The children of Beatrice Amsberry Coffman are Mary, Harry, Hariet, Paul and Kittie. Harriet, Kittie and their father are dead and Paul is living on the home place near Mason with his mother, who after the death of her husband, moved from her city home back to the farm. Mary married James Kelley and they, with Harry are living on homesteads in Box Butte county. Harry married Rosa Runyan, daughter of Dug and Mary Jane Runyan.
Boyd F. Amsberry married Mollie Coffman. They gave to the world Elmer, Mary, Augustus. Hiram and Harry. Mary married Pratt Bliss. They are living in Seattle, Washington. Elmer and family and Augustus are living in Vancouver. British Columbia. Hiram and wife live in Anacortes, Washington, from which place he operates is postal mail clerk. Harry is still in school and at home with his parents.
Marsena L. Amsberry is married and has a valuable farm near Ansley on which he resides. His children living are Maple, Holly, Ora, Lavern, Violet and Ethel. Maple married John Mitchie and they live on their own farm adjoining her father. The other children are all at home with their parents.
Kittie Amsberry maried [sic] M. L. Whitaker, who is in the mercantile business at Canton, Nebraska, and have a section of land near, which the children work. They gave to the world Ray, Howard, Clifford, Mamie, Edith, Helen and Herbert, all of whom are at home.
Zach Amsberry still owns his homestead, which with time has become valuable, from which he and wife enjoies the fruits thereof in extensive travel for health and recreation. Their children are Alma and Fannie, and are both married.
Nola Amsberry married Henry Zimmerman and now reside in Ansley, near where they have a valuable farm. They gave to the world, Ray, Adaline, Thomas, Lottie, Fronia and Flora, all of whom are married, but Flora.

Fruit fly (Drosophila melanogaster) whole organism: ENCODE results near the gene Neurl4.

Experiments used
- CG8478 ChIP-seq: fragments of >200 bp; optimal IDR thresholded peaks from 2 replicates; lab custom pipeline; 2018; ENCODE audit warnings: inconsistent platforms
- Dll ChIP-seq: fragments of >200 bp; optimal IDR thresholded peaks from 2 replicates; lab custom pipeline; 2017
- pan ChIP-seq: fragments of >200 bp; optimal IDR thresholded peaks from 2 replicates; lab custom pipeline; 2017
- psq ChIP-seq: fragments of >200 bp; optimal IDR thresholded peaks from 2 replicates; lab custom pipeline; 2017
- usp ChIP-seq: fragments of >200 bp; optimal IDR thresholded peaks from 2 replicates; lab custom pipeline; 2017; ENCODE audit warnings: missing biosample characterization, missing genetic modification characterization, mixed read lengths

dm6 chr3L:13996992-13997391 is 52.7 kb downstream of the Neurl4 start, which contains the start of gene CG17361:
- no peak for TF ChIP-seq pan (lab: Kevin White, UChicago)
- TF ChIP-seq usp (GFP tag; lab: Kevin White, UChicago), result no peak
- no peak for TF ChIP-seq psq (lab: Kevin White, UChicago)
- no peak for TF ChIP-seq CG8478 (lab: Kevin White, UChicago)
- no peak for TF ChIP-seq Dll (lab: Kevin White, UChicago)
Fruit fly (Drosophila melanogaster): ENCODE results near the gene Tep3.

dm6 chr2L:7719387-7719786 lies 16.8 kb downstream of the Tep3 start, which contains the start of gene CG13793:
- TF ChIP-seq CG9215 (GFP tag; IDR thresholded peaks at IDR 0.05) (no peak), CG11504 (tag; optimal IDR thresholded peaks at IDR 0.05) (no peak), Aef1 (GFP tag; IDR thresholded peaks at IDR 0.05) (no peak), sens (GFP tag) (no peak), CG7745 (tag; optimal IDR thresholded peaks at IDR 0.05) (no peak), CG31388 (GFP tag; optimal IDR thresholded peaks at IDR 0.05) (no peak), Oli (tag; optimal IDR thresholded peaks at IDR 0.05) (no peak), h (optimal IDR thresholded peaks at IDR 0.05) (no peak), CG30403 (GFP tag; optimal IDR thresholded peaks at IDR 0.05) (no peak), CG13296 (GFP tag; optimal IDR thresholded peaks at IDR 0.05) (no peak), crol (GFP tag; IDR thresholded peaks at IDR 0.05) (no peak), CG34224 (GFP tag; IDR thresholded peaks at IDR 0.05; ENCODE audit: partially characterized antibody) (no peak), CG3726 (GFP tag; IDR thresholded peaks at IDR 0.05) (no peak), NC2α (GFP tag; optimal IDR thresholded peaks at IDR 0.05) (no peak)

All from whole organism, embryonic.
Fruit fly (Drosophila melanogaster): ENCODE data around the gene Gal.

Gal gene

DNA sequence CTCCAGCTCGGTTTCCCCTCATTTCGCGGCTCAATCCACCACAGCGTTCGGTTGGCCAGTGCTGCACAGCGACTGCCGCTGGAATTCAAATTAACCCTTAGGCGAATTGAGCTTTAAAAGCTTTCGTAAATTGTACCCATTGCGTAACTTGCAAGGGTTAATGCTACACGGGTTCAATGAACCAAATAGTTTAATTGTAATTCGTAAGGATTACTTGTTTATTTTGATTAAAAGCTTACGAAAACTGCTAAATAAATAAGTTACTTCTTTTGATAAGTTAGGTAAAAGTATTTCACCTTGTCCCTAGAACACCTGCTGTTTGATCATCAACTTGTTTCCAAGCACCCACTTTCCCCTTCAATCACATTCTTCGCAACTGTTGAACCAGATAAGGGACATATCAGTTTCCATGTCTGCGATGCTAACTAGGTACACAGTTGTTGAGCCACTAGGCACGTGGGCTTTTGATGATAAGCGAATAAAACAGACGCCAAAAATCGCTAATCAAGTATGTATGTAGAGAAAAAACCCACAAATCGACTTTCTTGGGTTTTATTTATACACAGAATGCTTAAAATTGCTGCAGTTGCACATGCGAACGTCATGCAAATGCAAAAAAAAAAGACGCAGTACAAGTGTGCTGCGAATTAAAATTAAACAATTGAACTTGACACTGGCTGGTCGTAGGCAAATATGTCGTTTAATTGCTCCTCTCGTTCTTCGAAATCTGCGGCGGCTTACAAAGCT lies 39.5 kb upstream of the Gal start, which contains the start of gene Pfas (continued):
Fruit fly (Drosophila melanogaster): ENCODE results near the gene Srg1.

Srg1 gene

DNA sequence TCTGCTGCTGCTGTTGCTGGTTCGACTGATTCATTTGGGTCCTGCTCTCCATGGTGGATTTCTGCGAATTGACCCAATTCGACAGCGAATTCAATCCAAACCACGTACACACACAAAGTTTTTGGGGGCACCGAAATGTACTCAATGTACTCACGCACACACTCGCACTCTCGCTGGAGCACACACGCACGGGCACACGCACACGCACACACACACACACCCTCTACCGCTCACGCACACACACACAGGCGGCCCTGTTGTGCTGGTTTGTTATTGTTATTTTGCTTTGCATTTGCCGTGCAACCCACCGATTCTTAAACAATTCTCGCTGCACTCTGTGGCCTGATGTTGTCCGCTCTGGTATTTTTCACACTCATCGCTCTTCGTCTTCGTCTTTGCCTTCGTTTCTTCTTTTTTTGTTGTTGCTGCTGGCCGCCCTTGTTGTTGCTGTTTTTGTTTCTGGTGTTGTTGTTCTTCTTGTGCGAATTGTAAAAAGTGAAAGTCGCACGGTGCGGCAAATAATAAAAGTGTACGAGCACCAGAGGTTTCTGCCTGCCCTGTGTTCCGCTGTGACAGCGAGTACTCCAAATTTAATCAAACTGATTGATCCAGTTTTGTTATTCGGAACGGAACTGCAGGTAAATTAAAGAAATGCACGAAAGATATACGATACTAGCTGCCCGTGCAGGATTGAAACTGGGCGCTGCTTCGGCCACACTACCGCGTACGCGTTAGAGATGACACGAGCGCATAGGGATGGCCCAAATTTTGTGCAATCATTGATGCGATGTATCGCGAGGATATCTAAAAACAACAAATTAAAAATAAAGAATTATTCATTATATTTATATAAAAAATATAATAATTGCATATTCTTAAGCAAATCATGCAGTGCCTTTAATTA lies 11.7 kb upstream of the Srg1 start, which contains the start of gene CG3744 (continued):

Norton, Charley and Lyman are married and live in the vicinity.
Aunt Jane is still living and makes her home with her youngest son Lyman on the farm.
The Amsberrys of Custer are generally prominent members of the Baptist church and active in all lines of Christian work, as well as all matters of public interest.
A portrait of D. M. Amsberry is presented on another page of this volume.
Hon. D. M. Amsberry.
One of the many sons of Old England, who have found a home in the vicinity of Plainview and added to the material wealth and social stability of the community, was the venerable Jacob Julyan, who, at the time of his death in 1910, was one of the oldest men in his county.
Mr. Julyan was born in the village of Thurngay, Cornwall, in 1830, and was a son of John and Elizabeth Julyan, who were natives of the same shire and passed their entire lives in their native land.
Jacob learned the blacksmith's trade at his father's forge and followed the work during his younger years. He was married at an early age to Elizabeth Allen, and three children were born to them, all settled in the west here. Mrs. Julyan died in England, and our subject was married to Jane Cock, a native of Cornwall also, and of this marriage five children were born, three now living, namely: Jessie, who is the wife of Frank Peed, of Knox county; Eva, wife of George Roan, a ranchman of Cherry county; and Charles who lived with his parents at the time of their death. Mrs. Julyan also died in 1910.